Go to  Advanced Search

Immigrant and refugee students’ achievement in Vancouver secondary schools: an examination of the common underlying proficiency model

Show full item record

Files in this item

Files Size Format Description   View
ubc_1997-0166.pdf 4.506Mb Adobe Portable Document Format   View/Open
 
Title: Immigrant and refugee students’ achievement in Vancouver secondary schools: an examination of the common underlying proficiency model
Author: Clarke, Debra Kathleen
Degree Master of Arts - MA
Program Language and Literacy Education
Copyright Date: 1997
Subject Keywords Second language acquisition research; Literacy - British Columbia - Vancouver; Language acquisition - British Columbia - Vancouver
Abstract: The purpose of this study was to investigate the effect of first language literacy and educational backgrounds on literacy and academic performance in a second language and, to learn more about students' perceptions of their linguistic, academic and social development in schooling in which the language of instruction is English. Fifty-five students were selected from seven high schools in the Vancouver School District, Vancouver, British Columbia. Information about students' first language (L1) literacy and educational experiences, including previous instruction in English was obtained on arrival. Proficiency in second language (L2) reading and first and second language writing was observed on arrival and in the spring of 1996, after a minimum of four years of English-only schooling, using standardized and holistic measures. Grade Point Averages (GPA) were calculated for students' achievement in four academic subjects. Analysis by ANOVA showed a significant difference in the length of time spent in ESL due to years of previous English study (F (7,43) = 4.26, p = .0012). Pearson product-moment correlation coefficients were calculated to observe relationships between L1 literacy and time spent in ESL, L1 education and time spent in ESL, and L2 reading and writing and achievement in English, social studies, science and math. Significant relationships were found between proficiency in L2 reading and writing and academic achievement, as measured by GPA. Significant findings were also obtained for L1 literacy and time spent in ESL (-.33, p < .05). Orthographic similarity was not a predictor of L2 reading, as measured on a standardized test of reading comprehension (t = .105, p = .747). Results of the study showed that L1 literacy development, L1 schooling, and previous English study enhanced acquisition of English, as measured by time spent in ESL. The researcher concluded that L1 literacy and education are important factors affecting the rate and level of L2 proficiency attained and academic achievement. Implications from findings suggest that in schooling where the language of instruction is English, students who have not acquired literacy skills in L1 have different needs and face a greater challenge than students who are literate in L1 .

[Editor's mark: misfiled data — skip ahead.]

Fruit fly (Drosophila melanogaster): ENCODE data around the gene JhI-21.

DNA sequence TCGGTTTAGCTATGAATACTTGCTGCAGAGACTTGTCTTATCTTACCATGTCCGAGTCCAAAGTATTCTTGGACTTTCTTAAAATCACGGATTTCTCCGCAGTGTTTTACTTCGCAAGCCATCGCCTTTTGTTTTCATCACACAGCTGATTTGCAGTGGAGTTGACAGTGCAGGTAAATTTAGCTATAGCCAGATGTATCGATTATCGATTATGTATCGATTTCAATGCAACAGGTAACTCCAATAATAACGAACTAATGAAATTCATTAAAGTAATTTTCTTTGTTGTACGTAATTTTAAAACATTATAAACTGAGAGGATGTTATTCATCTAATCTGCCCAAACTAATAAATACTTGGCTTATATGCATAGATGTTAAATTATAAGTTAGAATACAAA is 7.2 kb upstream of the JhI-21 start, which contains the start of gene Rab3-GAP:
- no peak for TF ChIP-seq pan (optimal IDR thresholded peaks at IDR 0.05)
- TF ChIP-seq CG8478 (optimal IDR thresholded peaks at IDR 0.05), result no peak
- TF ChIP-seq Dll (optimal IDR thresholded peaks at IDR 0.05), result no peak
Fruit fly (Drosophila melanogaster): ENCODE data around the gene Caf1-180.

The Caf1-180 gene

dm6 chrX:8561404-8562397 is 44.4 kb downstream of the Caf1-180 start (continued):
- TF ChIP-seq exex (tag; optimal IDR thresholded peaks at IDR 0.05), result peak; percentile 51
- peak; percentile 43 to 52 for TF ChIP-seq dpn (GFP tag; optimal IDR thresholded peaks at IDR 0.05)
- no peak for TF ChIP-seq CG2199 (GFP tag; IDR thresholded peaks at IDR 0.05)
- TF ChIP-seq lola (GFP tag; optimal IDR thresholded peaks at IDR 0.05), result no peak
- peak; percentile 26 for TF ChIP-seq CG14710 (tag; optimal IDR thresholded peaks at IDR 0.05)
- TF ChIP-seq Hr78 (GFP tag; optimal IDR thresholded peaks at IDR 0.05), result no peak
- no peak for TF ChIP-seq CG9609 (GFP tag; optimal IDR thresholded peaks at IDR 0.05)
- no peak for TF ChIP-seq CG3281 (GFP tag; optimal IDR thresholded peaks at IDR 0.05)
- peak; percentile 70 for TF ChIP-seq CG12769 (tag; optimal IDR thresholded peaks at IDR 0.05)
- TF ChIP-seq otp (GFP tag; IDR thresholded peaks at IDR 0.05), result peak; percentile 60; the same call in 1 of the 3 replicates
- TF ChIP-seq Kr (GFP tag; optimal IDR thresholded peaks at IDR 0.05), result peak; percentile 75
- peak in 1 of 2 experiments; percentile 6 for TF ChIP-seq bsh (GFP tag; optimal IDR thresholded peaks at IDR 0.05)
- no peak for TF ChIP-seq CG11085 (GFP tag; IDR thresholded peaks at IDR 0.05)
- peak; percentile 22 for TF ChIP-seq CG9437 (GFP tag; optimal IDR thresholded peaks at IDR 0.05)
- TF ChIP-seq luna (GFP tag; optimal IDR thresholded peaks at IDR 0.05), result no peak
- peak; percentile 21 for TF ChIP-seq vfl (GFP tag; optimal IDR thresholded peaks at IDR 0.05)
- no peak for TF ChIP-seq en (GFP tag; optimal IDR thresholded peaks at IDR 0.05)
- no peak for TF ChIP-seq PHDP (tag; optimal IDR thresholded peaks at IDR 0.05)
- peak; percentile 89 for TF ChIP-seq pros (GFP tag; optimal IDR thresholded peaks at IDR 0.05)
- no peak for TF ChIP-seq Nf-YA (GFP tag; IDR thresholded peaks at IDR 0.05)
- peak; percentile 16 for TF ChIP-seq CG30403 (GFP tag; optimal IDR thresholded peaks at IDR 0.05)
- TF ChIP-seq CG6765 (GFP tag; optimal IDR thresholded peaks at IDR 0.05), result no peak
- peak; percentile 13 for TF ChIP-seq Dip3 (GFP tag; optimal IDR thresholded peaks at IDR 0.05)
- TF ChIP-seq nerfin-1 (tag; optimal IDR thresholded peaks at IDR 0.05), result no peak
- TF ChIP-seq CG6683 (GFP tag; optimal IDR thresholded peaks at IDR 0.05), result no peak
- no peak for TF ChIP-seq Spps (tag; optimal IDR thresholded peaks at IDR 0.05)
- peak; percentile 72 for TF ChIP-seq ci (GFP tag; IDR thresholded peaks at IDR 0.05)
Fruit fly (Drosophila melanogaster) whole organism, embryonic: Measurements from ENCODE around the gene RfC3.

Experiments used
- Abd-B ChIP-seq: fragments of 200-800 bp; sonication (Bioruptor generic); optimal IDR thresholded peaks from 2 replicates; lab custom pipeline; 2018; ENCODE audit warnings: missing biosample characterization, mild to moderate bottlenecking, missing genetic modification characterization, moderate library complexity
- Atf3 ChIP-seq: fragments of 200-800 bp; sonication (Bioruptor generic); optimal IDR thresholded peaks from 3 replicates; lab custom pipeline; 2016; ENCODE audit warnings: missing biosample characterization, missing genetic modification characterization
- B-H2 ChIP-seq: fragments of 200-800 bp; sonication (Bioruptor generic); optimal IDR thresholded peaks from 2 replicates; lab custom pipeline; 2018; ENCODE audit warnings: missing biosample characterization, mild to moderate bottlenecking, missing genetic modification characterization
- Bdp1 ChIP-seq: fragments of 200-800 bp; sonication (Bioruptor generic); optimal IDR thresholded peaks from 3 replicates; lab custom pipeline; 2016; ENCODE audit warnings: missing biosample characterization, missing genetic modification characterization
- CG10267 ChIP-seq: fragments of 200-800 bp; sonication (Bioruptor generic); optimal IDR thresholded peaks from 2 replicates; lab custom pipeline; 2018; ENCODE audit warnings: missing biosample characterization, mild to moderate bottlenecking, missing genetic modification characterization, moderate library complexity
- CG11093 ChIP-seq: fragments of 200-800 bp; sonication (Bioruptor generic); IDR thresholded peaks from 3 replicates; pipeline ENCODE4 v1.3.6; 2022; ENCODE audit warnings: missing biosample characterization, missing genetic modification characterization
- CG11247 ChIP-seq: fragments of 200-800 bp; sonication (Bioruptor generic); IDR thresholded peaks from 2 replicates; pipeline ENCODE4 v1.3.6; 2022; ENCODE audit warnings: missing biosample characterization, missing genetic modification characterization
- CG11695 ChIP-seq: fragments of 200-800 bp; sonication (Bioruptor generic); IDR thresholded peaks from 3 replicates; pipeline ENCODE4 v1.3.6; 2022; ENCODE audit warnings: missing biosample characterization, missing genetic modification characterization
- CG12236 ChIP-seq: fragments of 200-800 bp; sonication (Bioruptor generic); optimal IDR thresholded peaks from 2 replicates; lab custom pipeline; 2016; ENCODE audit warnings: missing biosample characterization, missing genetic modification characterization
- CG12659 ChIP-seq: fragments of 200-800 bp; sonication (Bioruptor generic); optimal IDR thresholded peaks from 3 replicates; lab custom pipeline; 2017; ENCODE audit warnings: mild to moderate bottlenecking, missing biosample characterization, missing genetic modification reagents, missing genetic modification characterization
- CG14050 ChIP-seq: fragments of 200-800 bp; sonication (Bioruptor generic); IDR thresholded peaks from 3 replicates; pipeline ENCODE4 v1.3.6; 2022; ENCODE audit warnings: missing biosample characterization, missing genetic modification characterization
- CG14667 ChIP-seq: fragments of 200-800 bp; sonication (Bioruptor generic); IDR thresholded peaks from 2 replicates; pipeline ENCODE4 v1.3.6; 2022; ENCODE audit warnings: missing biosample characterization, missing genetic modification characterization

URI: http://hdl.handle.net/2429/5851
Series/Report no. UBC Retrospective Theses Digitization Project [http://www.library.ubc.ca/archives/retro_theses/]

This item appears in the following Collection(s)

Show full item record

All items in cIRcle are protected by copyright, with all rights reserved.

UBC Library
1961 East Mall
Vancouver, B.C.
Canada V6T 1Z1
Tel: 604-822-6375
Fax: 604-822-3893